He made an application (which cost him £1) to the local marine board at the port of Dundee to be examined for obtaining a certificate of competency as a Second Mate on 5 April 1867. He was almost 21 and gave as his date of birth 29 April 1846 in Arbroath and his address at the time of application as 18 Hannah Street, Arbroath and asked that the certificate be sent to the Mercantile Marine Office in Arbroath.  He had no previous certificates of competence. He passed the required examinations in navigation and seamanship for Second Mate on 5 April 1867 at Dundee and this information was duly and transmitted by the Examiners to the Registrar-General of Seamen to the Shipping House or Customs House of Arbroath on 8 April 1867. His certificate, number 85.111 was issued at the port of Arbroath on 11 April 1867. Things didn’t take long in those days!

On 31 March 1870 in Dundee David Dorward applied to be examined for a certificate of competency as Only Mate. This time he paid 10 shillings. He gave his address as 15 Dishland Street, Arbroath and noted that he had already a Certificate as Second Mate based on competency as opposed to service. He passed the required examinations in navigation, seamanship and commercial code signals for Only Mate on 2 April 1870 at Dundee and this information was duly and transmitted by the Examiners to the Registrar-General of Seamen to the Shipping House or Customs House of Arbroath on 4 April 1867 and his certificate for competency as Master was given, under the seal of the Board of Trade, on 7 April 1870, shortly before his 24th birthday.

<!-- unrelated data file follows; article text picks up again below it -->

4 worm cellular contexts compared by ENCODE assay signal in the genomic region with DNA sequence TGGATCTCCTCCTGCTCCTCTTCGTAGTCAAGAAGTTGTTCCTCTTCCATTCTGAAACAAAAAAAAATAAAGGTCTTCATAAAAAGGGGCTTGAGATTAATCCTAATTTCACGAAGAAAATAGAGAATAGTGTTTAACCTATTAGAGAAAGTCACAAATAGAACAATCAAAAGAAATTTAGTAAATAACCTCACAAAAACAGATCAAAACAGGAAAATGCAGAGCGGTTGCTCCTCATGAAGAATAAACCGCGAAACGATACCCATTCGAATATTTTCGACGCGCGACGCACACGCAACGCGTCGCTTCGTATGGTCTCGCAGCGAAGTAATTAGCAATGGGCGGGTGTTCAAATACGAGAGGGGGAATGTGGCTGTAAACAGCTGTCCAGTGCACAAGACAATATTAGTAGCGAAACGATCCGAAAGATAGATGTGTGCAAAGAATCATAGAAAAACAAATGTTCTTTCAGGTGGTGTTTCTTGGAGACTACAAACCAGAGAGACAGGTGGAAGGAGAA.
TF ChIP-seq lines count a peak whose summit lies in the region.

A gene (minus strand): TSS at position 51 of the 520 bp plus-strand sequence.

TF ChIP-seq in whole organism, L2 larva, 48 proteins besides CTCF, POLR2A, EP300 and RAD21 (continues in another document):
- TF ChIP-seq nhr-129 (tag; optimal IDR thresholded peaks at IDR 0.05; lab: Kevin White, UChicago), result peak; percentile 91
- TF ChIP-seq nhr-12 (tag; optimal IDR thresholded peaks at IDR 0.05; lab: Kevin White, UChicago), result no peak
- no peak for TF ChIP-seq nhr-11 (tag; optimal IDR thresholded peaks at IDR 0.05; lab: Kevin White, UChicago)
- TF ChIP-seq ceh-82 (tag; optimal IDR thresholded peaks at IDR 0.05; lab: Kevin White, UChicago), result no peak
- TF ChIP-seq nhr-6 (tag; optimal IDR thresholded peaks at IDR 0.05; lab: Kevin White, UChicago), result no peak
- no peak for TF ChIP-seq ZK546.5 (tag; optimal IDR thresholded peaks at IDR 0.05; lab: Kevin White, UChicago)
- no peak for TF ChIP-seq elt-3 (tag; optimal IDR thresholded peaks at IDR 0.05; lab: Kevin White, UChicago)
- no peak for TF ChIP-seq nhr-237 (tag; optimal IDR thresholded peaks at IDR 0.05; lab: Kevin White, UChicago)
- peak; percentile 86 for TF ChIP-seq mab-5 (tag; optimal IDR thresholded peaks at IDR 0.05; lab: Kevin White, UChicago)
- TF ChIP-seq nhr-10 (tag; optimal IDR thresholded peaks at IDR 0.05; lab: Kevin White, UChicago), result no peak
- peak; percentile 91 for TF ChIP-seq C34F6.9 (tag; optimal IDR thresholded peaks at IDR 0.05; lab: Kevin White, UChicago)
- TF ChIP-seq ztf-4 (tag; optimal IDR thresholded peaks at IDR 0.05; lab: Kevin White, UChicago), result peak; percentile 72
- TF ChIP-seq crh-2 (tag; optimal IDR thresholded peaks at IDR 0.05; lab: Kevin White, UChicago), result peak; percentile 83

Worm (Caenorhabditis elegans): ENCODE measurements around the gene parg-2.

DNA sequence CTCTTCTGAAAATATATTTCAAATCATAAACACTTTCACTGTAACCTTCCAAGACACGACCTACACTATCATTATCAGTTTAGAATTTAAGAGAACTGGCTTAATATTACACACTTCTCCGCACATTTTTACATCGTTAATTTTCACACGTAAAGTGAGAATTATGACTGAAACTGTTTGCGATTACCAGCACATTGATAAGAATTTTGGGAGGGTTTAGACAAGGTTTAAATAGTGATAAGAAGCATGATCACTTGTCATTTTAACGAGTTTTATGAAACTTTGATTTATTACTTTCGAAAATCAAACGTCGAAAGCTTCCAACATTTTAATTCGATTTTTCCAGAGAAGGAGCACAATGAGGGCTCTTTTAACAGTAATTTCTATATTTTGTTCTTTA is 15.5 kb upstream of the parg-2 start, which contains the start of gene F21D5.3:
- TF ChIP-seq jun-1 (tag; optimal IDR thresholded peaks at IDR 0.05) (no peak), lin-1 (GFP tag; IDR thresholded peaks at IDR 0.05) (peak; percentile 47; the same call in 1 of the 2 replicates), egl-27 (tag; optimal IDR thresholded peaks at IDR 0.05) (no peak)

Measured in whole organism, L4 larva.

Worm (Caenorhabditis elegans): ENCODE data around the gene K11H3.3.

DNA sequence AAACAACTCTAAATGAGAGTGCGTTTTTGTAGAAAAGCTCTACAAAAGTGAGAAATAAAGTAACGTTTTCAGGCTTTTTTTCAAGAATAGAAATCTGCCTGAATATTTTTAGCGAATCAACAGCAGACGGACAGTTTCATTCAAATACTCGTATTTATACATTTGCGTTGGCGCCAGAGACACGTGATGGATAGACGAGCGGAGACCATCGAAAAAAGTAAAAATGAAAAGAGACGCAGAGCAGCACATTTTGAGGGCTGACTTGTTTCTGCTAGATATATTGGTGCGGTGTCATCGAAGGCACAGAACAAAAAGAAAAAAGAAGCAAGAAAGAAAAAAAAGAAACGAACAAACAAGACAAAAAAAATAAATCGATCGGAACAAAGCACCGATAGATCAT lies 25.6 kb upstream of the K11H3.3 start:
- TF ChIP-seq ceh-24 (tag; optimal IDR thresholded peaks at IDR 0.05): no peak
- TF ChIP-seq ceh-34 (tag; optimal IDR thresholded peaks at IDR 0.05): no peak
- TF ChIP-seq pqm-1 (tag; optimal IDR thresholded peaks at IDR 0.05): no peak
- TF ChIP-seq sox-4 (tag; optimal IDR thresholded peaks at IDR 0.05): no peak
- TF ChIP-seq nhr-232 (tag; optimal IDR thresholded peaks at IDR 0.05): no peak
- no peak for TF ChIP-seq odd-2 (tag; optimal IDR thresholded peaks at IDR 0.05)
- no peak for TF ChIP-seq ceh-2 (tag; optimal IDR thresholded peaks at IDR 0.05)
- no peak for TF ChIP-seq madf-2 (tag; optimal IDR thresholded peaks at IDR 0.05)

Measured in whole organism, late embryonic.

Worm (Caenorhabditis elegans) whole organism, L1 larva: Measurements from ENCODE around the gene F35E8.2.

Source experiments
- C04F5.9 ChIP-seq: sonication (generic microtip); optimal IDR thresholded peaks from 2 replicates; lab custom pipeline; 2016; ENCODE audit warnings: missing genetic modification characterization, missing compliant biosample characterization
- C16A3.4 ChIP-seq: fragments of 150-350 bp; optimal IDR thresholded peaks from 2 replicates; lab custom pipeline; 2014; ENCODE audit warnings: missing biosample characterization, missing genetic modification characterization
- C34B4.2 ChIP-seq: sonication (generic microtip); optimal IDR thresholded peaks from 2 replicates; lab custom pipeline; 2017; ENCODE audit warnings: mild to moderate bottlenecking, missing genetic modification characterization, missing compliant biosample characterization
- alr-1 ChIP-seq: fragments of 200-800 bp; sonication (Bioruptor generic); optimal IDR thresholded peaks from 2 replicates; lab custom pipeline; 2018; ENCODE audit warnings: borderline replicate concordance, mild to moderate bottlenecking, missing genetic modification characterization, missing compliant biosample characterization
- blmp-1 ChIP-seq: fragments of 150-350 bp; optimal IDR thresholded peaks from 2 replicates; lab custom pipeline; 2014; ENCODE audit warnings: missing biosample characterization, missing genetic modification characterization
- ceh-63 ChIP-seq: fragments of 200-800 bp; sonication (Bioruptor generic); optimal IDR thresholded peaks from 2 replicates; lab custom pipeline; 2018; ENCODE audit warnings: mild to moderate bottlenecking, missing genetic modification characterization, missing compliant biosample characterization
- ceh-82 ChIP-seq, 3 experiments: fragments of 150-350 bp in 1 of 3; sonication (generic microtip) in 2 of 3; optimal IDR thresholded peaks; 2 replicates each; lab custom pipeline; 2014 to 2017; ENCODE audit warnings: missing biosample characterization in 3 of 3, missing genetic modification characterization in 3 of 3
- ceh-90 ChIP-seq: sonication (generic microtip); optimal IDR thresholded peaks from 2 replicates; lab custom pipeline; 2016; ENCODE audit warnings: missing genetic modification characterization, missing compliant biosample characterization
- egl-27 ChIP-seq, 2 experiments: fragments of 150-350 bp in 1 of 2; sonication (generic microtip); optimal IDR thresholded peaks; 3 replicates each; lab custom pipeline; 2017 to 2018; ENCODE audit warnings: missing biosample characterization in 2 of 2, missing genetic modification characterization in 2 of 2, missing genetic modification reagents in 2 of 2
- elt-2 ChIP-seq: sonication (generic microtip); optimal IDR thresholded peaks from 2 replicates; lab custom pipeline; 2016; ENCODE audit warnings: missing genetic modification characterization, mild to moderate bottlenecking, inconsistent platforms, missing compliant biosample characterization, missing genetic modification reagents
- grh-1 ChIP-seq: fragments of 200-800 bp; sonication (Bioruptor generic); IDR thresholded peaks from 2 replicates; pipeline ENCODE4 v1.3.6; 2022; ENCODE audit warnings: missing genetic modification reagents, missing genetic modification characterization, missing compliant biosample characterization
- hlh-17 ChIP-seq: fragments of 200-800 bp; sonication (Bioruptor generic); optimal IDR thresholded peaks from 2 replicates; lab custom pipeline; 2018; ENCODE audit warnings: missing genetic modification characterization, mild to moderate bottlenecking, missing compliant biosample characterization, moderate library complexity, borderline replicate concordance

A few years later, on 5 January 1876, when he was not quite 30, he applied to be examined for a certificate of competency as an Ordinary Master. His address was still 15 Dishland Street. He paid the fee of £2 and stated that he had a previous certificate of competency as an Only Mate. Interestingly, under the heading No. of Royal Naval Volunteer’s Certificate, if now, or formerly in the Reserve, is written RV 2.50,985 – which possibly signifies that he was a volunteer reserve for naval service. He passed the ordinary examination on 6 January 1876 and was duly awarded his certificate (85.111) on 13 January 1876.